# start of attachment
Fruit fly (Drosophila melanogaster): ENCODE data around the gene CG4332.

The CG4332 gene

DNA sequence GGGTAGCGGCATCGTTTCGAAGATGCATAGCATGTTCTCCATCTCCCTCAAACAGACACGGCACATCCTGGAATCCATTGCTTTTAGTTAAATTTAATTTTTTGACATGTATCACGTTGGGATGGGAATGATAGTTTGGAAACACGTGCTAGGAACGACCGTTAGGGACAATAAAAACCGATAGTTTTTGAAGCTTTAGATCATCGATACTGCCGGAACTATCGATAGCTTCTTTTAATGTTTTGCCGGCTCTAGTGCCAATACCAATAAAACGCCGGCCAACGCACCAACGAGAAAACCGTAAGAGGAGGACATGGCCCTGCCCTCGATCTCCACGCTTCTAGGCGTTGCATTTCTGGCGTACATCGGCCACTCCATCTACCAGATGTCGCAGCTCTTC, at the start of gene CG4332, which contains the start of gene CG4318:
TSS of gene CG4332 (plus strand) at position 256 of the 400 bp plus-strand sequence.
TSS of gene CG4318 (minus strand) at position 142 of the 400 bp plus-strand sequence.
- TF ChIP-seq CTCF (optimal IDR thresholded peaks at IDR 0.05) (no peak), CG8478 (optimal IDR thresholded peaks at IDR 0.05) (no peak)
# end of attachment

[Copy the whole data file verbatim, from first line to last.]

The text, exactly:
Fruit fly (Drosophila melanogaster): ENCODE data around the gene CG4332.

The CG4332 gene

DNA sequence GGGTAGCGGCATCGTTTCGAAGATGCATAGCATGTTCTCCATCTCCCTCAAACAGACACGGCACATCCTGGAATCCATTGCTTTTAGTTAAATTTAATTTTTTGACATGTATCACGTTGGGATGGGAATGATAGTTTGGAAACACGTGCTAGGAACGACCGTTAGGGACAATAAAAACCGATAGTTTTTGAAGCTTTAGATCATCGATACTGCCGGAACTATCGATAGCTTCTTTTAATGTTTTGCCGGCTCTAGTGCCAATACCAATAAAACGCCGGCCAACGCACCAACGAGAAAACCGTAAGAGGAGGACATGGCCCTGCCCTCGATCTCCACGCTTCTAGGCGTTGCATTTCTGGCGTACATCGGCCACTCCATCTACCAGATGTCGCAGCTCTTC, at the start of gene CG4332, which contains the start of gene CG4318:
TSS of gene CG4332 (plus strand) at position 256 of the 400 bp plus-strand sequence.
TSS of gene CG4318 (minus strand) at position 142 of the 400 bp plus-strand sequence.
- TF ChIP-seq CTCF (optimal IDR thresholded peaks at IDR 0.05) (no peak), CG8478 (optimal IDR thresholded peaks at IDR 0.05) (no peak)